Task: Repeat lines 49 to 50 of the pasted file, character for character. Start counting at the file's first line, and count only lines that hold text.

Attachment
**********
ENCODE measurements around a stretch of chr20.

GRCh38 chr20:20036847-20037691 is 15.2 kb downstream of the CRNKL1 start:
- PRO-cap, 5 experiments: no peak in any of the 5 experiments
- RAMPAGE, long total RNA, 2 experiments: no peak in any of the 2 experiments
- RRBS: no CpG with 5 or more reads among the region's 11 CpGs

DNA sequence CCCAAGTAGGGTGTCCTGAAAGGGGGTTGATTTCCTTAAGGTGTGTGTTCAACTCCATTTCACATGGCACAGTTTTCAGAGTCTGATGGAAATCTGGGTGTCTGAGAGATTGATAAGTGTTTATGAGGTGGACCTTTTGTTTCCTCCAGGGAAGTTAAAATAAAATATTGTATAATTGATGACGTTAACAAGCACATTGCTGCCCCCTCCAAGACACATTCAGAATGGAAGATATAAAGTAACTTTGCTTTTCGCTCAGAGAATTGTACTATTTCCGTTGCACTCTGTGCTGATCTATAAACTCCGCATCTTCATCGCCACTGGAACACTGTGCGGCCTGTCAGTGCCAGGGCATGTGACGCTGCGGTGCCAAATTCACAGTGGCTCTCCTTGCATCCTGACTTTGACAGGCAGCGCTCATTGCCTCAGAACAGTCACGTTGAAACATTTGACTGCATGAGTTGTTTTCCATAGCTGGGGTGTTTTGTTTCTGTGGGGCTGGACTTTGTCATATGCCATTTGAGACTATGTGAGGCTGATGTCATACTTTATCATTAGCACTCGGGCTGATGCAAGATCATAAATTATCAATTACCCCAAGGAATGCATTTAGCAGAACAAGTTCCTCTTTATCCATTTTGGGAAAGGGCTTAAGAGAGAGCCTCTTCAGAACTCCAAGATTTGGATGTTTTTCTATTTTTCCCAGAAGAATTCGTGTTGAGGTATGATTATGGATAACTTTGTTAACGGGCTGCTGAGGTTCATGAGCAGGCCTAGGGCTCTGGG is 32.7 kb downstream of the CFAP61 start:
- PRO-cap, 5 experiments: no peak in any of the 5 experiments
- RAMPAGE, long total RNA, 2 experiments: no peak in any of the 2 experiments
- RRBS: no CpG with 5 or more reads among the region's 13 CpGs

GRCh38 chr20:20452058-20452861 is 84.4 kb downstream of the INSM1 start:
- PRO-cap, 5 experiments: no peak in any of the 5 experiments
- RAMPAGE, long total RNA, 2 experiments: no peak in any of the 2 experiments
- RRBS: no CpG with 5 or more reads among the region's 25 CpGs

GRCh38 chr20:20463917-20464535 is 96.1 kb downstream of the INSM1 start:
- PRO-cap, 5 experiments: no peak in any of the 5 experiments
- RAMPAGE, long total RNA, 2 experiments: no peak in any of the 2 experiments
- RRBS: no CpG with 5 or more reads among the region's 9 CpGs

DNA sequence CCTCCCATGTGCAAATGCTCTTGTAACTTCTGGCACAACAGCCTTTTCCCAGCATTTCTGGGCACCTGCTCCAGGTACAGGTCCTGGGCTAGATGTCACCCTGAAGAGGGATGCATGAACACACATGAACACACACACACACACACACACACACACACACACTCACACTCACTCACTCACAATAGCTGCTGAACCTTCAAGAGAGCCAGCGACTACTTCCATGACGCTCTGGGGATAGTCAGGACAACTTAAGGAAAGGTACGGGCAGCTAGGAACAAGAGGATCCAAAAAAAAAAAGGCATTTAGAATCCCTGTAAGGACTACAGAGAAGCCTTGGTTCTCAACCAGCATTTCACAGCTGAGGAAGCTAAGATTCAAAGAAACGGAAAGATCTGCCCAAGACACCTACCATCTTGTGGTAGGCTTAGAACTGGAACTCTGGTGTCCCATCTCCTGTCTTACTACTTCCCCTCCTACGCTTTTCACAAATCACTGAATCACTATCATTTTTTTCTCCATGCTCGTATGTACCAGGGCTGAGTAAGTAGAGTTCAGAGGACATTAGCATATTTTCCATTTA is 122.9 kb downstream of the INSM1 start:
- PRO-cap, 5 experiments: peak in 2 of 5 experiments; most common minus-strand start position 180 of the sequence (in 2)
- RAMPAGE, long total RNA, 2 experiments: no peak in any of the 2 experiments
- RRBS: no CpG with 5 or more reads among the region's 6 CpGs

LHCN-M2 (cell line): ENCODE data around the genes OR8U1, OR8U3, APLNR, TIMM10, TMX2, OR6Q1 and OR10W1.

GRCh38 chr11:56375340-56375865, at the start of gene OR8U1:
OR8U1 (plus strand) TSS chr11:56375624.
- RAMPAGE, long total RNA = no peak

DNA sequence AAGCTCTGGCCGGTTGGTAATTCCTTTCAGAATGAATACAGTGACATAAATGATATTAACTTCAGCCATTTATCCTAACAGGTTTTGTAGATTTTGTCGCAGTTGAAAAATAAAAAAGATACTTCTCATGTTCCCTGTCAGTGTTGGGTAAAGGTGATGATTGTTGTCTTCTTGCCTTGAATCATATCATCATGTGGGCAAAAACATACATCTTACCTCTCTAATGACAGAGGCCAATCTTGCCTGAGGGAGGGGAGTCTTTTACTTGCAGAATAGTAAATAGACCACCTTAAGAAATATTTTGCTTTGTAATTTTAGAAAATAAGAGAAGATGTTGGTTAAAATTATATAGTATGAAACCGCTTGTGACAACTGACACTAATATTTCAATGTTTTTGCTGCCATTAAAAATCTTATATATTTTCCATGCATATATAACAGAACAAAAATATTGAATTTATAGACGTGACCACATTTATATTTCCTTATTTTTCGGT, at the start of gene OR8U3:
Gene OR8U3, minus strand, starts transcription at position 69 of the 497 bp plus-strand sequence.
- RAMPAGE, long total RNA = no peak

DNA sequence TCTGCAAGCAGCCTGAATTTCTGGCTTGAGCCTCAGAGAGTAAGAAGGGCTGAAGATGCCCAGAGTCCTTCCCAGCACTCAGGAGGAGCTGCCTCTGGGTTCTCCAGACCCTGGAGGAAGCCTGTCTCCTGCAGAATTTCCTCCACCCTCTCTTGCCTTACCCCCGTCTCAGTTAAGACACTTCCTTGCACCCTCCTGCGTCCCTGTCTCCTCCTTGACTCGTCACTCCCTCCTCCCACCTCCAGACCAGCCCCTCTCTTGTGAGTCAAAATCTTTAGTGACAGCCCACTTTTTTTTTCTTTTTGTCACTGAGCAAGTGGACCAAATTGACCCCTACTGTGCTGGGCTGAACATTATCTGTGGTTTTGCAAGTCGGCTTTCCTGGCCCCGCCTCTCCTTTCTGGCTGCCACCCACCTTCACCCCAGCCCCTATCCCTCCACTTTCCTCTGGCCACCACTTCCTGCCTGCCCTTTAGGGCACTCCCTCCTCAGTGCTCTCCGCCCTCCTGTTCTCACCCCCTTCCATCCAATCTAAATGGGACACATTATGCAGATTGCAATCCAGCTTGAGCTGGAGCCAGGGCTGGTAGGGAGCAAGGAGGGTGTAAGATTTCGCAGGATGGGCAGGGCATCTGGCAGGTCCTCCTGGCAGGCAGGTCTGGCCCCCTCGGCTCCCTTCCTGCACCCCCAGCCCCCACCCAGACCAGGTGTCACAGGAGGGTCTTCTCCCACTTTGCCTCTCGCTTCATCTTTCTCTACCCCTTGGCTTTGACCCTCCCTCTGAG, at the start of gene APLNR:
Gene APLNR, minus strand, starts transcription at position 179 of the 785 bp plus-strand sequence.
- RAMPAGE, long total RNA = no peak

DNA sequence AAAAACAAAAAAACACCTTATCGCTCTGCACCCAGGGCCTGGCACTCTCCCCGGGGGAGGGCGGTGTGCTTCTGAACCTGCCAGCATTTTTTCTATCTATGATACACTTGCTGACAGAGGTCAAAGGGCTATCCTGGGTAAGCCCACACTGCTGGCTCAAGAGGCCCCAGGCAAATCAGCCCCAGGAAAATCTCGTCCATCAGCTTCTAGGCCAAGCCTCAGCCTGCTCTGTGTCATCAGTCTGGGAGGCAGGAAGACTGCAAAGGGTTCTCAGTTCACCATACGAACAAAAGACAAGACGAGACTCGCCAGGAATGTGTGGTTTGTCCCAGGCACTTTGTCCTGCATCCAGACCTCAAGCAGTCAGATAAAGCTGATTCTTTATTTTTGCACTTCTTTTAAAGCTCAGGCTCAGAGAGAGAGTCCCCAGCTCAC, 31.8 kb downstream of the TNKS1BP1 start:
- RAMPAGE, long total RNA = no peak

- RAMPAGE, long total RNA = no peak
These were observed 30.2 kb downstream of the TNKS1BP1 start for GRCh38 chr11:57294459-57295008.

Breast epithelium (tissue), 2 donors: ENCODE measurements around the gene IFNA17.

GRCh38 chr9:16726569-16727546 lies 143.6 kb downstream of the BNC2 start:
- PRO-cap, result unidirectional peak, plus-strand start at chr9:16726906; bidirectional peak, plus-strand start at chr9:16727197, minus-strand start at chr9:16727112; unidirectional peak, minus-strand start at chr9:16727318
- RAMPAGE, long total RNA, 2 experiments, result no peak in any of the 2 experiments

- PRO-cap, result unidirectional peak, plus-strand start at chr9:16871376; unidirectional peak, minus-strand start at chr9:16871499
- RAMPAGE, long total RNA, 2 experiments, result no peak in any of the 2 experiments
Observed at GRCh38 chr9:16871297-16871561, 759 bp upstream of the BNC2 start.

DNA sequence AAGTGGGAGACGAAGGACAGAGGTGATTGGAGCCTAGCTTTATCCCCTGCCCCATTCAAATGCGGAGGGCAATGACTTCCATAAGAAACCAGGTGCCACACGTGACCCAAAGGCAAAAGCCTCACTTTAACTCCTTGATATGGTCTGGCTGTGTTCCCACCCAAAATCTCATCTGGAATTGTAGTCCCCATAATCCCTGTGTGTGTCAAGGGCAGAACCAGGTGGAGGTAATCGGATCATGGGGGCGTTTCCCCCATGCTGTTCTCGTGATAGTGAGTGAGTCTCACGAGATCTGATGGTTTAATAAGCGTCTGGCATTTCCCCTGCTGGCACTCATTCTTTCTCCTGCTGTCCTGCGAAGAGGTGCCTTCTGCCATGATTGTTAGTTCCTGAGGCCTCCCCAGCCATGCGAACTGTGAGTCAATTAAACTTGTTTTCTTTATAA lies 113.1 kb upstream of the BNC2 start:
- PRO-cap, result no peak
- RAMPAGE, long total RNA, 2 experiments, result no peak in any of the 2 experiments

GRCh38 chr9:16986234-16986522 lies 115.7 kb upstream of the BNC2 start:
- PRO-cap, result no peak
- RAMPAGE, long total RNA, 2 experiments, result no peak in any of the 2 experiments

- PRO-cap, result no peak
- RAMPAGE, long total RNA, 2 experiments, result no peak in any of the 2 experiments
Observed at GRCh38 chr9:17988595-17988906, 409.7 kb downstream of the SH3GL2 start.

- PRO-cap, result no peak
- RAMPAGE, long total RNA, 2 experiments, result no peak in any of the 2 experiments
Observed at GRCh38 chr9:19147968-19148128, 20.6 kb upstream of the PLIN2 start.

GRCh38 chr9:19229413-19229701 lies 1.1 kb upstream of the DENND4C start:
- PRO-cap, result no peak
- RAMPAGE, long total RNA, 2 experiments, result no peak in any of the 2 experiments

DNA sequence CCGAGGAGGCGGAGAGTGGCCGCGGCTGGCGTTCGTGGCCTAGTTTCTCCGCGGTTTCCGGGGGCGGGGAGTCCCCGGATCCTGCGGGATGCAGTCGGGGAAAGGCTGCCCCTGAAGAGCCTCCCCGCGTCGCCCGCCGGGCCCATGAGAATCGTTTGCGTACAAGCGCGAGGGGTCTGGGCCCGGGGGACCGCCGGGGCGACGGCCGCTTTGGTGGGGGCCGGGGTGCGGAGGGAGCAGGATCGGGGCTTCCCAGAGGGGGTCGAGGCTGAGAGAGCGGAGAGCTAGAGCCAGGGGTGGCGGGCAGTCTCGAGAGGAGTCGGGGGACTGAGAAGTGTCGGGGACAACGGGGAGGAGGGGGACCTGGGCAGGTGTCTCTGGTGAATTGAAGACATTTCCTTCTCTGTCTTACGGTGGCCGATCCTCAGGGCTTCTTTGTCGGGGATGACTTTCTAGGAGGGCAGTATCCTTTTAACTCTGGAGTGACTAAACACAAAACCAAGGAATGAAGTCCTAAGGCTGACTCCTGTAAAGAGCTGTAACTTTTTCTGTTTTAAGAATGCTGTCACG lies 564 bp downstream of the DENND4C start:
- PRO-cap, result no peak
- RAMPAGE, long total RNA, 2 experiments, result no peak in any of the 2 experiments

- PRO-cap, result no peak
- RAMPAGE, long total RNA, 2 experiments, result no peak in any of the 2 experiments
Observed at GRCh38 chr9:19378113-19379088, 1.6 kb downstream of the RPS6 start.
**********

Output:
- PRO-cap, result no peak
- RAMPAGE, long total RNA, 2 experiments, result no peak in any of the 2 experiments